• Growing Women Wealth – More women join and grow in the corporate world, start and grow successful companies, advance their careers, or inherit more wealth
    Women Billionaires – Of 2,668 billionaires in 2022, 327 were women 
  • Live 5 years longer than men – Women may own much of baby boomers $30 trillion financial asset pool because they are the leading beneficiaries of current wealth transfers, and living an average of 5 years longer than men

 

9) Cybersecurity for future readiness

  • Financially motivated cybercriminals often target Wealth Management firms for obvious reasons 
  • Like banks, Wealth Management firms handle lucrative financial data, but have limited security, smaller budgets, & fewer employees to protect their infrastructure.
  • Commercial impact on a business following a cyberattack is financially and operationally crippling
  • Many financial institutions underestimated the potential for reputational damage from cyberattacks
  • Can take up to 2 years to fully recover following a data breach
    Security breach can result in fines of millions or even billions of dollars, not to mention reputational damage because of public distrust
  • Growth of artificial intelligence, machine learning, and the internet of things (IoT), together with 5G deployment, complicates firms’ IT infrastructure 
  • Digital investment world, ransomware attacks target private equity, venture capital, & retail fund managers 
  • Expect Wealth Management firms to enhance security capabilities and educate clients and staff in 2023 to optimize cyber defense mechanisms & stave off digital infrastructure attacks

Increased use of technology in recent years 

  • Wealth Management firms accelerated the deployment of new and advanced applications, adopting emerging technologies such as cloud computing, artificial intelligence, and big data analytics through digital platforms.
  • Most wealth management players use cloud-based software to boost information processing & financial analytics capabilities. 
  • COVID-19 accelerated the industry’s IT infrastructure shift
  • Digital transformation & a remote workforce made Wealth Management firms more vulnerable to cybercrime.
  • Most firms depend on 3rd parties to perform digital transactions, which can cause a weak cybersecurity link. 

 

10) Digitalized core to bridge gap – Relationship Managers expectations vs Wealth Management firms automation capabilities 

  • Client engagement & satisfaction improve when relationship managers efficiently manage their time
  • Free up time for client-facing activities – Eliminate time-consuming tasks, leverage advanced technology, automate when possible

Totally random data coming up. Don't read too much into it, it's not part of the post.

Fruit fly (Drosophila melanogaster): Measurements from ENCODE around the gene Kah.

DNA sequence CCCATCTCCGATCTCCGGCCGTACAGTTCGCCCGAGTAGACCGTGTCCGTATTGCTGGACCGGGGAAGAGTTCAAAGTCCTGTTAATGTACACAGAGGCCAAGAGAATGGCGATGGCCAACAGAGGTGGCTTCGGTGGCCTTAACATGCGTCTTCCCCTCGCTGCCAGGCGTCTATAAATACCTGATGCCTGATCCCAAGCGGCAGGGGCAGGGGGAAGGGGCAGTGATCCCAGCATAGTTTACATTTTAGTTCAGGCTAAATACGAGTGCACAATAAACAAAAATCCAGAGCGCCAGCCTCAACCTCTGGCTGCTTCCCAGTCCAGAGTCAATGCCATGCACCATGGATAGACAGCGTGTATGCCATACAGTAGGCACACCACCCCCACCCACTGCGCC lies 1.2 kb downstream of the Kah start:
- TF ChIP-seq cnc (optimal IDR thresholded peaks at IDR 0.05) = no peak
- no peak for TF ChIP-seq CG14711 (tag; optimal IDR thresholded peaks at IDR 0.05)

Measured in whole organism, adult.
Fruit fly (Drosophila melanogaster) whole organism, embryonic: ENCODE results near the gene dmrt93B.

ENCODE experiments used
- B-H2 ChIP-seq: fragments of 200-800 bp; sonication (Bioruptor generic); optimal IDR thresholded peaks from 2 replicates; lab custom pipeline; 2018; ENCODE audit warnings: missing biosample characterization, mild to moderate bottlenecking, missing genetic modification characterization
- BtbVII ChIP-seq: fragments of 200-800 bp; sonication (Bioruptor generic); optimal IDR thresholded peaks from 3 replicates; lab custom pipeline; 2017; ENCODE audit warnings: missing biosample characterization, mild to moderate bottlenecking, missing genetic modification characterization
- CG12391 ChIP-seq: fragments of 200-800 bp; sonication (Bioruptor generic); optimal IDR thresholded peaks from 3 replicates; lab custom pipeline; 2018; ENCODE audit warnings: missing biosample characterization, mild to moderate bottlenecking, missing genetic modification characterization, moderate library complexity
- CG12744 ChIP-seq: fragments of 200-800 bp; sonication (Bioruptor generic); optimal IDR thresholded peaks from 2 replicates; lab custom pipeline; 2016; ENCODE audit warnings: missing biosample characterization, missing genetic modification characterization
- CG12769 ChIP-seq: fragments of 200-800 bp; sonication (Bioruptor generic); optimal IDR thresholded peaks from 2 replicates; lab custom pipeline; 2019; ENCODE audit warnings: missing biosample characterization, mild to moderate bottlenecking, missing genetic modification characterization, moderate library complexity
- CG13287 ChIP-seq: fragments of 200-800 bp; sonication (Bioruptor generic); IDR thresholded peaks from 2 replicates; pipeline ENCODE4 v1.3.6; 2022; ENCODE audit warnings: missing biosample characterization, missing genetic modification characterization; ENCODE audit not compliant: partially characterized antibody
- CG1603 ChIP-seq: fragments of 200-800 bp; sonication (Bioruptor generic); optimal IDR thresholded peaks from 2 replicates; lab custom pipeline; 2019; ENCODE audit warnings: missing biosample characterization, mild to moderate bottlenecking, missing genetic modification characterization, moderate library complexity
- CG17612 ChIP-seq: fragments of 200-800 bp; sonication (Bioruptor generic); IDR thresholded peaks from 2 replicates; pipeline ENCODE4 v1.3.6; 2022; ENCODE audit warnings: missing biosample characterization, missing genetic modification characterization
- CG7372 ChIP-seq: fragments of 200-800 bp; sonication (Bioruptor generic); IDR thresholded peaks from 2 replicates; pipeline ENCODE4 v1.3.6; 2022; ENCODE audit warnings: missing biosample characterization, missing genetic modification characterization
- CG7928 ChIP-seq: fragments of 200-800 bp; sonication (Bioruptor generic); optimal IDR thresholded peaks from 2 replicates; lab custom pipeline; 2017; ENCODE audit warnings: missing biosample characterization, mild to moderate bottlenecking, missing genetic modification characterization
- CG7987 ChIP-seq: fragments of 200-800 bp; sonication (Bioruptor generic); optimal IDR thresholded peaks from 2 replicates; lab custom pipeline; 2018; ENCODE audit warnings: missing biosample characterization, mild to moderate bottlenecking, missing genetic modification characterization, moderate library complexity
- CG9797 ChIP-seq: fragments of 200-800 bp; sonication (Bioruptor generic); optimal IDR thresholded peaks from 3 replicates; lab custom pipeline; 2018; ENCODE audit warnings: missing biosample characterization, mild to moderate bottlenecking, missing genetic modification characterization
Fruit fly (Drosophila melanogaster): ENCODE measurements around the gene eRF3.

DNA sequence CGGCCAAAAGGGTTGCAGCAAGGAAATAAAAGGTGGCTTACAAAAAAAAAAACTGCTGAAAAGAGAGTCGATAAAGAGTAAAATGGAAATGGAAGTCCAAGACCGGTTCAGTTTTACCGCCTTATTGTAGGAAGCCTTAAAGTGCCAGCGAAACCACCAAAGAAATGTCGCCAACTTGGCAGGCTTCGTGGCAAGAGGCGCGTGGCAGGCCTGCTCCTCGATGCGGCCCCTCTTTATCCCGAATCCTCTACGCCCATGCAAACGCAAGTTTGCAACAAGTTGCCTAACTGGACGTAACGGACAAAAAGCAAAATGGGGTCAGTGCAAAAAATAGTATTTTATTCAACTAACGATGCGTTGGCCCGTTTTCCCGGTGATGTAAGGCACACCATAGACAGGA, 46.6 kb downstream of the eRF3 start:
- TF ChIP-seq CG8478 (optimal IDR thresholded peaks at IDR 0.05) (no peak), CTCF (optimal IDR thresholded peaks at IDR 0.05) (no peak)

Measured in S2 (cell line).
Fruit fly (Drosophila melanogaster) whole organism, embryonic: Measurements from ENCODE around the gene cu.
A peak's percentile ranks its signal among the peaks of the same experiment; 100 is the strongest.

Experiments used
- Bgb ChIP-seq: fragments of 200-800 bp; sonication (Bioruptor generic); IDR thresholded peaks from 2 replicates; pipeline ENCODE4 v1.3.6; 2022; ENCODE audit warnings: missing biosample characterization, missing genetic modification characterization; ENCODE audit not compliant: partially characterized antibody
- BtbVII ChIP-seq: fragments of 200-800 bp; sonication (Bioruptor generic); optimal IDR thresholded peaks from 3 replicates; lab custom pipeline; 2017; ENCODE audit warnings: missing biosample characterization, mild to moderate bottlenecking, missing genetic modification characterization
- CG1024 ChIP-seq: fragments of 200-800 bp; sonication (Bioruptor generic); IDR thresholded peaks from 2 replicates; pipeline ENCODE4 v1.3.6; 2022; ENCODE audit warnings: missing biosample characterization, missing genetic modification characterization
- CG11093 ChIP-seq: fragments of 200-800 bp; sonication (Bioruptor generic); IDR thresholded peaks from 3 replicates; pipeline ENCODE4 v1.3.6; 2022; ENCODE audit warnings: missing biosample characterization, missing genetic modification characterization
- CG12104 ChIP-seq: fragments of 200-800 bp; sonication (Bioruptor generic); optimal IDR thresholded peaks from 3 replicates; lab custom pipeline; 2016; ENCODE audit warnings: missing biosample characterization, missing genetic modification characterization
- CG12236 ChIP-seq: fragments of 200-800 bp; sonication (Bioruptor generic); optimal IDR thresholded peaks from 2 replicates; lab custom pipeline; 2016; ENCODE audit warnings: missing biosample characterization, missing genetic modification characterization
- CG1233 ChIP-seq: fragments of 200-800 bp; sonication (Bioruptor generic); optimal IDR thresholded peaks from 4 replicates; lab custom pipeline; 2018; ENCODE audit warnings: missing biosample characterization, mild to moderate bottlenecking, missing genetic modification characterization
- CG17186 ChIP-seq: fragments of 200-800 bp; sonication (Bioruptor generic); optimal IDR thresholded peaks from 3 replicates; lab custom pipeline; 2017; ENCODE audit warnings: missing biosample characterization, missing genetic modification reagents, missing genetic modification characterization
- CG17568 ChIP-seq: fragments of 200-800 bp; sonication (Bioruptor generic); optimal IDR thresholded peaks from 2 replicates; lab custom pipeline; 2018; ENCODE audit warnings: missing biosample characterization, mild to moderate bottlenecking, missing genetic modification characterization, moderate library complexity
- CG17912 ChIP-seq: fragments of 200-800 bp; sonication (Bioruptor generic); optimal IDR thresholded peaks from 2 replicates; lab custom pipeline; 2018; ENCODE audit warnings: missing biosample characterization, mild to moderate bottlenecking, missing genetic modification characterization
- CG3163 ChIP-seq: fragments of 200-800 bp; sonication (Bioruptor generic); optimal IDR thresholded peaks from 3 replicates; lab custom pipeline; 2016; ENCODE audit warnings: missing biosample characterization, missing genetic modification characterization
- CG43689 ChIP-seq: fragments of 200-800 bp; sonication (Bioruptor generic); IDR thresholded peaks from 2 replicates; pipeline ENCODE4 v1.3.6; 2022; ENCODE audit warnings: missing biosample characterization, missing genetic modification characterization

Top wealth management firms are investing in automation and digitalization and embarking on an intelligent, tech-based advisory journey. 
  • A strong technology core (leveraging data, AI/machine learning, cloud, digitalization) is the foundation of a scalable customer-centric engagement model
    Firms will likely continue the trend of personalized CX (Customer Experience) through relationship manager matchups and self-service touch-points based on a client’s unique needs & preferences 
  • Expect more Wealth Management firms to enhance relationship manager capabilities through actionable data analysis, flexible technology, streamlined workflow activities, and digital tools.
  • Future-focused Wealth Management firms will maintain investments in advanced digital tools for personalization and hybrid advisory offerings 

Background (Relationship Managers, Wealth Management)

  • Relationship managers (wealth advisors) wear multiple hats.  Offers financial guidance, conduct client meetings, acquire & retain clients, perform administrative tasks, professional development.
  • Relationship Managers dedicate little time to strategic initiatives.
  • Many client-related tasks are back-office in nature.  Significant efficiency improvements may be possible by implementing updated technology & process automation. 
  • Post-COVID-19 environment – Advanced technologies and digitization have accelerated & expanded. Automation & digitalization give many relationship managers a 360-degree view of client profiles, enabling more insightful product suggestions & meaningful client interaction. 
  • Wealth management ecosystem faces disruption – Regulations & governance complexities, volatile markets, rising cost pressures, evolving investor demographics, preferences & behaviors have made profitability concerns top of mind for many Wealth Management executives.
  • Automating & digitalizing high-volume manual processes that reduce costs & errors while freeing relationship managers to work on higher-value tasks is a timely & attractive proposition.
  • Many investors leaned on digital channels & niche offerings during & after the pandemic, making them less dependent on relationship managers & more personally active in investing 
  • Data-enabled workstations are narrowing the consolidated customer view gap
  • Relationship managers – Gap between what they need & what firm prioritizes
  • Relationship managers want their firms to help them boost customer engagement 

 

About Capgemini 

Capgemini is a global leader in partnering with companies to transform and manage their business by harnessing the power of technology. The Group is guided everyday by its purpose of unleashing human energy through technology for an inclusive and sustainable future. It is a responsible and diverse organization of over 350,000 team members in more than 50 countries. With its strong 55-year heritage and deep industry expertise, Capgemini is trusted by its clients to address the entire breadth of
their business needs, from strategy and design to operations, fueled by the fast evolving and innovative world of cloud, data, AI, connectivity, software, digital engineering and platforms. The Group reported in 2021 global revenues of €18 billion.